He became Libya's ambassador to France on 3 February 1995, and he subsequently served as secretary for African affairs[5] from May 1999 to June 2003.[6] He was again posted as permanent representative to the UN in 2003.[2] In mid-2004, he was appointed as special adviser to the then Libyan leader Muammar al-Gaddafi,[6] and on 3 January 2005 he began a tour of African countries, acting as Gaddafi's special envoy, to work toward solutions for several African conflicts and disputes.[7] In mid-January 2005, when a reorganization of the foreign ministry took place, he was named secretary for African union affairs by the General People's Congress of Libya.[8] Libya submitted Treki's candidacy in the election to the post of Chairperson of the African Union Commission at the AU summit in Addis Ababa in early 2008, but it was rejected because it was submitted late.[9]

Treki was the co-chairman of the Pakistan-Libya joint economic commission, and received the award of Hilal-i-Pakistan from President Asif Ali Zardari in May 2010.[10]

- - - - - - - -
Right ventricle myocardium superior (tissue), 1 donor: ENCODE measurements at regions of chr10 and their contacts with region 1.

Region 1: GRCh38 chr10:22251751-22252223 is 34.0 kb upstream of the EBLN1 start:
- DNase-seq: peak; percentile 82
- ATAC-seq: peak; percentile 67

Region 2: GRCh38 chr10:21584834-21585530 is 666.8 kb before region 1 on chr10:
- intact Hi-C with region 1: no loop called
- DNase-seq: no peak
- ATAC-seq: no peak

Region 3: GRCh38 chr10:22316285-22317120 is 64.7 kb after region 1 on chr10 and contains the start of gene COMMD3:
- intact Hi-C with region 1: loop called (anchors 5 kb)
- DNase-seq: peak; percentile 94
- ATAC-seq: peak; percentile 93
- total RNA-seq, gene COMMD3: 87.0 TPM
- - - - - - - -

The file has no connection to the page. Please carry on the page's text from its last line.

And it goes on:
In March 2009, Treki was chosen as Libya's top diplomat and nominated to be the next president of the General Assembly.[11] He assumed office on 15 September 2009.

In his presidential opening address to the 64th session of the General Assembly, Treki said: "We must put an end to wars and to their causes and consequences. Dialogue and mutual understanding are the way to resolve our problems. Embargoes and blockades are fruitless: they exacerbate antagonism and rebellion, while undermining respect for the international community."[12]

In June 2010, Treki made the following statement: “In response to questions by correspondents seeking his views on human rights, sexual orientation and gender identity, the president of the General Assembly expressed his support for human rights for all persons without any distinction or discrimination. The President of the General Assembly believes that violence, or discrimination on the basis of sexual orientation or gender identity is unacceptable.”[13]

In an interview with Syrian TV which aired on 11 April 2010 (as translated by MEMRI), Treki stated that "[Israel's] siege on Gaza is a disgrace for the entire international community. It is a camp that is worse than the camps of the Nazis in the past."[14]